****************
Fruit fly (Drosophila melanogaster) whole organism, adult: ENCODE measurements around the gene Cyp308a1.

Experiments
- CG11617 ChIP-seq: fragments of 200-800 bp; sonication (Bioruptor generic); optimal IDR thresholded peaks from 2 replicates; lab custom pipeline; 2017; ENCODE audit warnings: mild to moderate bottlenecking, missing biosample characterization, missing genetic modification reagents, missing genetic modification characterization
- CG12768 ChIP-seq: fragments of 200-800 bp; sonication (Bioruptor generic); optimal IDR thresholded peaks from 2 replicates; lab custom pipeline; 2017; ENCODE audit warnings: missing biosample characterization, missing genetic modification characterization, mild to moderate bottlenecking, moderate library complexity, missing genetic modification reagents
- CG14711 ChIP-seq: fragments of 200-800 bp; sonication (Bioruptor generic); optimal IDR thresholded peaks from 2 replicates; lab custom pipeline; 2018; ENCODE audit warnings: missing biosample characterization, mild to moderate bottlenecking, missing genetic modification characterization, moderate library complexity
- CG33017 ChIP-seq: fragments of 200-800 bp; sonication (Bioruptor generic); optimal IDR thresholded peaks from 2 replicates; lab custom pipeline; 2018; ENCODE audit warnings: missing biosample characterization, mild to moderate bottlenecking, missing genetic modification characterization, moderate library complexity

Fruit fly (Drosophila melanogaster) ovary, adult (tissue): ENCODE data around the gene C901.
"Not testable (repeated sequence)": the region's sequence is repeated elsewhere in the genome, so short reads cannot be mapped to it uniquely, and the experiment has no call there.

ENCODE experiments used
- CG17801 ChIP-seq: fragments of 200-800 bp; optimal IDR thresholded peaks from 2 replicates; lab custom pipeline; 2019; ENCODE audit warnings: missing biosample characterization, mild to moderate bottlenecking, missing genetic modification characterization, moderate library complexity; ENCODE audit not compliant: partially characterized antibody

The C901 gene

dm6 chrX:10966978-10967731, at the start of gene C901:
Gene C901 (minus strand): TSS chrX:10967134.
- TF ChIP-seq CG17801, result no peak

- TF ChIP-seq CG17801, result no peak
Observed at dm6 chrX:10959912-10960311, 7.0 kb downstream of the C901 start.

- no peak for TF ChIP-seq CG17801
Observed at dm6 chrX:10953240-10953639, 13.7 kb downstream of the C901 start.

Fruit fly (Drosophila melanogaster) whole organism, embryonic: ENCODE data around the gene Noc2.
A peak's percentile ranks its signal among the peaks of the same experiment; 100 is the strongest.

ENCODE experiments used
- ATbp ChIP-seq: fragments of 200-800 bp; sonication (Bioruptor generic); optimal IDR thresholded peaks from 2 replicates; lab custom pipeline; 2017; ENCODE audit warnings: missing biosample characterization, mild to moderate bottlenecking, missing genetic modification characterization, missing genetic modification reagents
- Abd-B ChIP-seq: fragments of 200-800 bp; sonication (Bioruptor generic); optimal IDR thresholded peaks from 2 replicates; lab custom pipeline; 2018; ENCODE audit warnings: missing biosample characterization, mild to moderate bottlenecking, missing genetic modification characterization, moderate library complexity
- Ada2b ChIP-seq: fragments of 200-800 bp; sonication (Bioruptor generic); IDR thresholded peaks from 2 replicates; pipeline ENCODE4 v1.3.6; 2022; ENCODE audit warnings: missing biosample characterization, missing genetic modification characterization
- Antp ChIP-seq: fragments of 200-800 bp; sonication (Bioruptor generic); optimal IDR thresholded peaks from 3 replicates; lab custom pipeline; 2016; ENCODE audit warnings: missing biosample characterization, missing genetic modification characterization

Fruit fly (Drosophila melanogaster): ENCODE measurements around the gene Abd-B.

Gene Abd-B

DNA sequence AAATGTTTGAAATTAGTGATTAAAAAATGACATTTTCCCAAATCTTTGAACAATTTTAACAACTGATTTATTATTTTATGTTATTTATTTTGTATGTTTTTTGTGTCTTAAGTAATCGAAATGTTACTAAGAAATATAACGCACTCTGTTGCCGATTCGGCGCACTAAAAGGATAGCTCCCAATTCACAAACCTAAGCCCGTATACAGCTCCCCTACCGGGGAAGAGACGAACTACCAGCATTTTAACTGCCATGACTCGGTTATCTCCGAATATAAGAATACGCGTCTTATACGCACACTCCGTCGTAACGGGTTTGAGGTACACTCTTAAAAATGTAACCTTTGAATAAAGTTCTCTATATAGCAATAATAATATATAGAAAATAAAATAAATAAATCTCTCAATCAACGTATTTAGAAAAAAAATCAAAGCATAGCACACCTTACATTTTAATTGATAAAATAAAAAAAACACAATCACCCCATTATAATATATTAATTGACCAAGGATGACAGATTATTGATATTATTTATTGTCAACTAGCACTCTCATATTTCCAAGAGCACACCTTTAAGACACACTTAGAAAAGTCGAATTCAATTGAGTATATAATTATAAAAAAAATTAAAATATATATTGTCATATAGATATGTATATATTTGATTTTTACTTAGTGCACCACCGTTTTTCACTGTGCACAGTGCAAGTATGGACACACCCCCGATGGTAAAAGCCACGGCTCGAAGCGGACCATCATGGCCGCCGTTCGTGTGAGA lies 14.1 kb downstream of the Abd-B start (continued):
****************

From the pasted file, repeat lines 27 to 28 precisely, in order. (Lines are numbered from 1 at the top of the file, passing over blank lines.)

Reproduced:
Gene Abd-B

DNA sequence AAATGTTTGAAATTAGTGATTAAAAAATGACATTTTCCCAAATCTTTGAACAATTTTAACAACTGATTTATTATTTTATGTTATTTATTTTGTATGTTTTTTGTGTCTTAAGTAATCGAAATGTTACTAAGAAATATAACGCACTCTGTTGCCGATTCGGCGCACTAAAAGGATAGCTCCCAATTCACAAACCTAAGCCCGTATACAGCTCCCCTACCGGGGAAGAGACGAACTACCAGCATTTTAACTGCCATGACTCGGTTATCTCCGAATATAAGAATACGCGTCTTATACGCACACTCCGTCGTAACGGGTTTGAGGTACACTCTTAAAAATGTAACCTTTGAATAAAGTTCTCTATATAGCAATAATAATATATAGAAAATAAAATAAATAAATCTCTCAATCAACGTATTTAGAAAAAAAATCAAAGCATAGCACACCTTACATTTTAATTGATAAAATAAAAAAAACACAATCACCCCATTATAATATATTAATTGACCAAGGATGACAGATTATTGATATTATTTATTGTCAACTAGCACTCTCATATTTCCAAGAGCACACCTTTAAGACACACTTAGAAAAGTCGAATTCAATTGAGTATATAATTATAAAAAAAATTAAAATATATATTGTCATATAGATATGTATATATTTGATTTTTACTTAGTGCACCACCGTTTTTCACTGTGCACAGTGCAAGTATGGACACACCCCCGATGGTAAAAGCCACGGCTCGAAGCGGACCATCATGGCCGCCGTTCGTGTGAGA lies 14.1 kb downstream of the Abd-B start (continued):